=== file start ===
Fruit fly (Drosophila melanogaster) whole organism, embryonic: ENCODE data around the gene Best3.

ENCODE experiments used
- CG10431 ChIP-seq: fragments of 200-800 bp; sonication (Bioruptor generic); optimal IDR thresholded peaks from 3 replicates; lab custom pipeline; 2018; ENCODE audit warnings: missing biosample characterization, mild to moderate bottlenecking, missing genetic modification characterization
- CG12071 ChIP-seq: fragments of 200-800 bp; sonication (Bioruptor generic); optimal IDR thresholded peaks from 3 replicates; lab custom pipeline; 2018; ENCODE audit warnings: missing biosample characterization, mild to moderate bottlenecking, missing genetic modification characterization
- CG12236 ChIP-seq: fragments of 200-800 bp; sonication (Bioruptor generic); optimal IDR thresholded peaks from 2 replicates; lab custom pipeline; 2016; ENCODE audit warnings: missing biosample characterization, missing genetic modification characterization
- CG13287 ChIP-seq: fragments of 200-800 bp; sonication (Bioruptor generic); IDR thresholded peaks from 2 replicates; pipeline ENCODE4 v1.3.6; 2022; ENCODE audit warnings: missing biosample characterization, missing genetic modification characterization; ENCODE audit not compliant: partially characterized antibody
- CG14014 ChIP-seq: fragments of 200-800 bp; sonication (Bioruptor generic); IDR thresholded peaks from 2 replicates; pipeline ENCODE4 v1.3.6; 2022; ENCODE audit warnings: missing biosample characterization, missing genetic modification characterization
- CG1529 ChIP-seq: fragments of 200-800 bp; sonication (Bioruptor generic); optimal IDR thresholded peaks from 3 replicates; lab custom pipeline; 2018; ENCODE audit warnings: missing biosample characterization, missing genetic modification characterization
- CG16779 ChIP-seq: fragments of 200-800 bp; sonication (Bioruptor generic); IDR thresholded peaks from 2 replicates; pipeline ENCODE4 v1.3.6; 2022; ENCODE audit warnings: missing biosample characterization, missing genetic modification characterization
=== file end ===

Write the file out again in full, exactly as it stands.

Fruit fly (Drosophila melanogaster) whole organism, embryonic: ENCODE data around the gene Best3.

ENCODE experiments used
- CG10431 ChIP-seq: fragments of 200-800 bp; sonication (Bioruptor generic); optimal IDR thresholded peaks from 3 replicates; lab custom pipeline; 2018; ENCODE audit warnings: missing biosample characterization, mild to moderate bottlenecking, missing genetic modification characterization
- CG12071 ChIP-seq: fragments of 200-800 bp; sonication (Bioruptor generic); optimal IDR thresholded peaks from 3 replicates; lab custom pipeline; 2018; ENCODE audit warnings: missing biosample characterization, mild to moderate bottlenecking, missing genetic modification characterization
- CG12236 ChIP-seq: fragments of 200-800 bp; sonication (Bioruptor generic); optimal IDR thresholded peaks from 2 replicates; lab custom pipeline; 2016; ENCODE audit warnings: missing biosample characterization, missing genetic modification characterization
- CG13287 ChIP-seq: fragments of 200-800 bp; sonication (Bioruptor generic); IDR thresholded peaks from 2 replicates; pipeline ENCODE4 v1.3.6; 2022; ENCODE audit warnings: missing biosample characterization, missing genetic modification characterization; ENCODE audit not compliant: partially characterized antibody
- CG14014 ChIP-seq: fragments of 200-800 bp; sonication (Bioruptor generic); IDR thresholded peaks from 2 replicates; pipeline ENCODE4 v1.3.6; 2022; ENCODE audit warnings: missing biosample characterization, missing genetic modification characterization
- CG1529 ChIP-seq: fragments of 200-800 bp; sonication (Bioruptor generic); optimal IDR thresholded peaks from 3 replicates; lab custom pipeline; 2018; ENCODE audit warnings: missing biosample characterization, missing genetic modification characterization
- CG16779 ChIP-seq: fragments of 200-800 bp; sonication (Bioruptor generic); IDR thresholded peaks from 2 replicates; pipeline ENCODE4 v1.3.6; 2022; ENCODE audit warnings: missing biosample characterization, missing genetic modification characterization